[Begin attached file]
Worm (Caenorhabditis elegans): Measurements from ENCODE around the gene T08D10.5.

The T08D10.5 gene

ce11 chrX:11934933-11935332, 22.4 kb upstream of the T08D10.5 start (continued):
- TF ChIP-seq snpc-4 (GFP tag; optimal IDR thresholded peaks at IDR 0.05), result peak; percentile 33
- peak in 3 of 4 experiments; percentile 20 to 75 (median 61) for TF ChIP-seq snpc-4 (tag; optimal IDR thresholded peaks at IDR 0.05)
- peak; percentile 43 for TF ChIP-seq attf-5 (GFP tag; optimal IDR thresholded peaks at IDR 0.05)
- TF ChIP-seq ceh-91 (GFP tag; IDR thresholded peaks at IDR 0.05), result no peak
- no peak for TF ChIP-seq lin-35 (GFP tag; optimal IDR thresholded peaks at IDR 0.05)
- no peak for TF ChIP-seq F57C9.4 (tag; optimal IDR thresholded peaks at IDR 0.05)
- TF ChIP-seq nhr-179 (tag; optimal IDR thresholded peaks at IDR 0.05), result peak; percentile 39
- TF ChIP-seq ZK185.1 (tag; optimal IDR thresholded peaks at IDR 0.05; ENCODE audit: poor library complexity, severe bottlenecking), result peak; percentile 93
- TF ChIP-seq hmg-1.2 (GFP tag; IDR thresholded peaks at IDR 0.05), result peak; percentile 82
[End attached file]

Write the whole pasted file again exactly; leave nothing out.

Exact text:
Worm (Caenorhabditis elegans): Measurements from ENCODE around the gene T08D10.5.

The T08D10.5 gene

ce11 chrX:11934933-11935332, 22.4 kb upstream of the T08D10.5 start (continued):
- TF ChIP-seq snpc-4 (GFP tag; optimal IDR thresholded peaks at IDR 0.05), result peak; percentile 33
- peak in 3 of 4 experiments; percentile 20 to 75 (median 61) for TF ChIP-seq snpc-4 (tag; optimal IDR thresholded peaks at IDR 0.05)
- peak; percentile 43 for TF ChIP-seq attf-5 (GFP tag; optimal IDR thresholded peaks at IDR 0.05)
- TF ChIP-seq ceh-91 (GFP tag; IDR thresholded peaks at IDR 0.05), result no peak
- no peak for TF ChIP-seq lin-35 (GFP tag; optimal IDR thresholded peaks at IDR 0.05)
- no peak for TF ChIP-seq F57C9.4 (tag; optimal IDR thresholded peaks at IDR 0.05)
- TF ChIP-seq nhr-179 (tag; optimal IDR thresholded peaks at IDR 0.05), result peak; percentile 39
- TF ChIP-seq ZK185.1 (tag; optimal IDR thresholded peaks at IDR 0.05; ENCODE audit: poor library complexity, severe bottlenecking), result peak; percentile 93
- TF ChIP-seq hmg-1.2 (GFP tag; IDR thresholded peaks at IDR 0.05), result peak; percentile 82